Those who commit themselves to praying through the entire Book of Psalms learn very quickly that they are going to have to let it all hang out with God.  To pray from the depths of pain, and the heat of anger sometimes, rather than simply offering up the kinds of pious-sounding words we think God wants to hear. Friends, we don’t always have to pray all the right words or even have un-shakeable faith to pray and engage God in conversations—-there is room for doubt, emotions, anger, grief, shouting, crying, and wondering. There is room for all that in our conversations with God…we don’t have to use our best Sunday language.  The Psalms not only encourage; they require from us deep honesty in prayer.  They don’t shy away from asking hard questions of God – a whole lot of tough, tough questions. Even though these questions are hard, there is a benefit to asking them.

In his book, “Having Words with God: The Bible as Conversation,” Karl Allen Kuhn writes, “There are probably a number of reasons why the psalms of lament are not all that popular among us. One reason might be that these psalms speak to situations of pain and distress, and we would rather focus on what we consider positive and uplifting in worship. Another likely reason behind their unpopularity is that in these psalms the psalmist sometimes speaks to God in a manner that we might find offense.” In our Psalm today, David, the psalmist in his anxious distress, basically cries out, “Hey God, wake up! These guys are after my neck! If you don’t do something, I’ll die!” Kuhn also argues that when we neglect reading and studying the psalms of lament, we risk neglecting the permission and even the calling to cry out against injustice and evil in our world, and to do so with the expectation that God will hear and act.

Our text today calls for God’s justice to be revealed in an unjust world. The Psalmist, mourns the actions of the wicked and pleas for God to get moving! The Psalmist cries out, “Don’t you see all the bad things going on! Where are you, Lord?!” In this psalm of lament, the writer seems to be in a dark place spiritually and in a place of doubt. Can you relate?

Our doubts do not equal unbelief. Though sometimes, we think there’s no room for doubts in our Christian faith.  We want all the answers to our deepest faith questions tied up in neat little bows.  After all, doubts bring forth uncertainty and fear, and shouldn’t we have all the answers? Can you think of people of great faith today who also have their own unique questions, doubts, and uncertainties? I can think of many! Many scholars believe King David wrote our Psalm today and he certainly wrote a number of doubts in Psalms. Is there room for doubt in our walks with God? As Christians, we often live between the spheres of great faith and great doubts, sometimes journeying from faith to doubt in a matter of seconds.  Is this an acceptable way to live out our Christian faith? How does God respond to our doubts? Shouldn’t we always have our faith all together? Friends, I don’t think so.

When we profess our faith in God and when we are claimed by God in our baptism does this mean all our doubts and questions magically go away? Doubt can still creep in on us like a slithering snake, even when we are young. I will confess, in my walk with God, I have had times of doubts, it is hard to see pain and injustice in the world. I’ve had times when like the Psalmist, I’ve thrown up my hands and asked, “Why, God?! Where are you, Lord?” You may have experienced such doubts in your own lives. As a community of faith, we come together to worship God, but individually our faith journeys and times of doubt can be as different as our fingerprints. We can doubt the way God shows up, we can question if God truly cares for us and our life circumstances. Doubts can be painful and cause fear, especially when you feel like you are going through your doubts all alone.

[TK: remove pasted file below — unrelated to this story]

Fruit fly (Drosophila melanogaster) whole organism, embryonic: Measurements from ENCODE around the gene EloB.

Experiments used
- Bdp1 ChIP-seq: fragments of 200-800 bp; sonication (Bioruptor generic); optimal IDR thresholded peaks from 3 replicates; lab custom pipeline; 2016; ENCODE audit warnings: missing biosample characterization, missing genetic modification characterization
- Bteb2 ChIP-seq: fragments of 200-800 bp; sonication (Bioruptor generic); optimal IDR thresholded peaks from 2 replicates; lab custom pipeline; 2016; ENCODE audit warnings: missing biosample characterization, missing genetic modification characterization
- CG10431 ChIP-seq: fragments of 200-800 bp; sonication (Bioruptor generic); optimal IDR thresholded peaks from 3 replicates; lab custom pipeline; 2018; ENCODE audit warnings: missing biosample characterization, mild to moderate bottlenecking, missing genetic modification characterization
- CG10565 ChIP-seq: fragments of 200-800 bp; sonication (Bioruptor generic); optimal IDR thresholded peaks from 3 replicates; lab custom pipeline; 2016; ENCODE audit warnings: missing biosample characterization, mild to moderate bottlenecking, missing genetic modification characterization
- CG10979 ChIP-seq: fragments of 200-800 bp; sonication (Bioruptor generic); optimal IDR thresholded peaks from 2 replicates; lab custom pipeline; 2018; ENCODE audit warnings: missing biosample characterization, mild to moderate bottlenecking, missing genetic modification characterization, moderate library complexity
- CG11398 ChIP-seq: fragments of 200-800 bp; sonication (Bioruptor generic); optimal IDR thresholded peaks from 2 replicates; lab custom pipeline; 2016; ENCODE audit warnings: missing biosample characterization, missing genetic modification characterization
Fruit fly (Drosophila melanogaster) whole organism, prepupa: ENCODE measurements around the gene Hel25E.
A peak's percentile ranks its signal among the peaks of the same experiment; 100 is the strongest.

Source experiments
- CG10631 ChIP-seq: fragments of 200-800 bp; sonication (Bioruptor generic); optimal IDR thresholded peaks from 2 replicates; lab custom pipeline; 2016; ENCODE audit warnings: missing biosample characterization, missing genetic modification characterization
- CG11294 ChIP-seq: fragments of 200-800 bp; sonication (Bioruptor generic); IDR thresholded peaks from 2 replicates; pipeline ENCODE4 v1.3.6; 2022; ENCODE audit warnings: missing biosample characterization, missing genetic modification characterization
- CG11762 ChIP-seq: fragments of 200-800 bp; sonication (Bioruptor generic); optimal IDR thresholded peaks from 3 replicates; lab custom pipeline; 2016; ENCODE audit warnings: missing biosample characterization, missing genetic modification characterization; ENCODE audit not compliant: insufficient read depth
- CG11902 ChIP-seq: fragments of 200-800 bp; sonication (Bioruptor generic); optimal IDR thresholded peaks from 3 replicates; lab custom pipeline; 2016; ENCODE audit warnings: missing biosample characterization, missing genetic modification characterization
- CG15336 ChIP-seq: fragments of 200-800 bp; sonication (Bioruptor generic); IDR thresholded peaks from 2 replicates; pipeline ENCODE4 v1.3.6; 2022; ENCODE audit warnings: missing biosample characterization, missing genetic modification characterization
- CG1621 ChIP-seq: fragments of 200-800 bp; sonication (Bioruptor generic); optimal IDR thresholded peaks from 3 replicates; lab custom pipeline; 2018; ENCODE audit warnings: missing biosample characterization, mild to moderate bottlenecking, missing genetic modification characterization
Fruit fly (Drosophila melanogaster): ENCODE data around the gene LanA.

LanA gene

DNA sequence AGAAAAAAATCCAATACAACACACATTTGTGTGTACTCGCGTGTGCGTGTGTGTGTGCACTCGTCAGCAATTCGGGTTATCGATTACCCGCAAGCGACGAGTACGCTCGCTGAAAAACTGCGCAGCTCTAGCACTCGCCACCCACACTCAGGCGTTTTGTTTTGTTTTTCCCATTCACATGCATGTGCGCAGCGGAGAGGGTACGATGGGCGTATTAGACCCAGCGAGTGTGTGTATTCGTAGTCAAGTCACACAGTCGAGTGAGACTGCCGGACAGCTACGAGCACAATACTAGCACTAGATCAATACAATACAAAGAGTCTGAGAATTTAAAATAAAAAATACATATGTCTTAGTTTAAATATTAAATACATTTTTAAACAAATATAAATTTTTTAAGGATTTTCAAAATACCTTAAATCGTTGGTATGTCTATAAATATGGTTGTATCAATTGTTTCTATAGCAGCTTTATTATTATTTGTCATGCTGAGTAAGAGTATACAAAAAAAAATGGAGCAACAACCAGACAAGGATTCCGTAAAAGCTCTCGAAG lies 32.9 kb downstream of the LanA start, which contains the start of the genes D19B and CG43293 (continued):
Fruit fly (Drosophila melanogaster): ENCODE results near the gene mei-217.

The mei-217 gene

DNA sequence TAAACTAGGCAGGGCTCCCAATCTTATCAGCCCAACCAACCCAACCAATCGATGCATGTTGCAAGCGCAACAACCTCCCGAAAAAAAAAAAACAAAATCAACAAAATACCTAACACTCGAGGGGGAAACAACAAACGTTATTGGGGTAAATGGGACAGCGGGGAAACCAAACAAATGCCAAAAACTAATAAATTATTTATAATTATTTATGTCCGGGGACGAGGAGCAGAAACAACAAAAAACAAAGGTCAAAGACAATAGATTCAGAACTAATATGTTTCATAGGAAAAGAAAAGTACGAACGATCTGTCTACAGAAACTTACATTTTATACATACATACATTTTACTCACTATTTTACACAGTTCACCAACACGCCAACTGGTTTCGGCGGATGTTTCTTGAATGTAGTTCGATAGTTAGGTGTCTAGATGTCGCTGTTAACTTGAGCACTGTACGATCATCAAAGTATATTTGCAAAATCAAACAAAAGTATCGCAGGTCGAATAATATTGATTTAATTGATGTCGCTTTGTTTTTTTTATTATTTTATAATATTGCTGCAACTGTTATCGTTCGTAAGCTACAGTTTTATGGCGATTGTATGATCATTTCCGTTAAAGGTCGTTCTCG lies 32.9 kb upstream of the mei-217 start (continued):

Yet in verse 14, the Psalmist sees a glimmer of hope, “But God, you DO see!”  God seeks to bring about justice for the orphans, the helpless, and those who are oppressed. We are never left alone with our doubts, God meets and encounters us through doubts. Friends, God sits with us in our doubts as we cry out, WHY?!

As Christians, we are never told having faith would be easy. Yet, through processing faith and doubt, we learn more about God and how God chooses to relate to us with each new day. Pastor and writer, Frederick Buechner writes, “Faith is better understood as a verb than as a noun, as a process than as a possession. Faith is on-again-off again rather than once-and-for-all. Faith is not being sure where you’re going, but going anyway. A journey without maps. Doubt isn’t the opposite of faith; it is an element of faith. Doubts are the ants in the pants of faith, they keep you awake and moving.” Doubt can challenge, stretch, expand and tinker with our faith in God. Doubt can cause us to delve deeper into studying scripture, asking deeper questions, and crying out in earnest and uncensored prayer.

Doubt can even be a doorway to spiritual growth. Faith gone unchallenged may not have room to grow. Growing may hurt, but growing pains can also make our faith real and stronger. Ultimately, faith isn’t about having all the answers or correct theological models, it’s about all the ways God is reaching out to us, guiding us through our questions. It’s about praying authentic prayers, reaching out to God for guidance, and asking for God’s help. It’s about relying on God’s strength in our weakness. In his book, Dangerous Wonder, theologian Michael Yaconelli writes the power of God meeting us in our doubts, he observes, “Give me a Jesus who meets me in the rushing, crashing waters of my questions. Let me stand precariously close to the dark and menacing skies of doubt, so I can hear the fierce and gentle loving voice of my Jesus who drowns out my fears and stands just beyond my questions with open arms.”

Friends, we can yell, scream, and cry out to God in times of doubt and suffering, and God will reach out to us and sit with us as we yell and scream doubts. Friends, if you are at a period of doubt today, even as a person of faith, know God is with you in your doubts.  Know it is okay for you to have questions. God will not turn a blind eye to our doubts and questions. We worship a God who sees each and every one of us and meets us all where we are, doubts and all. Amen.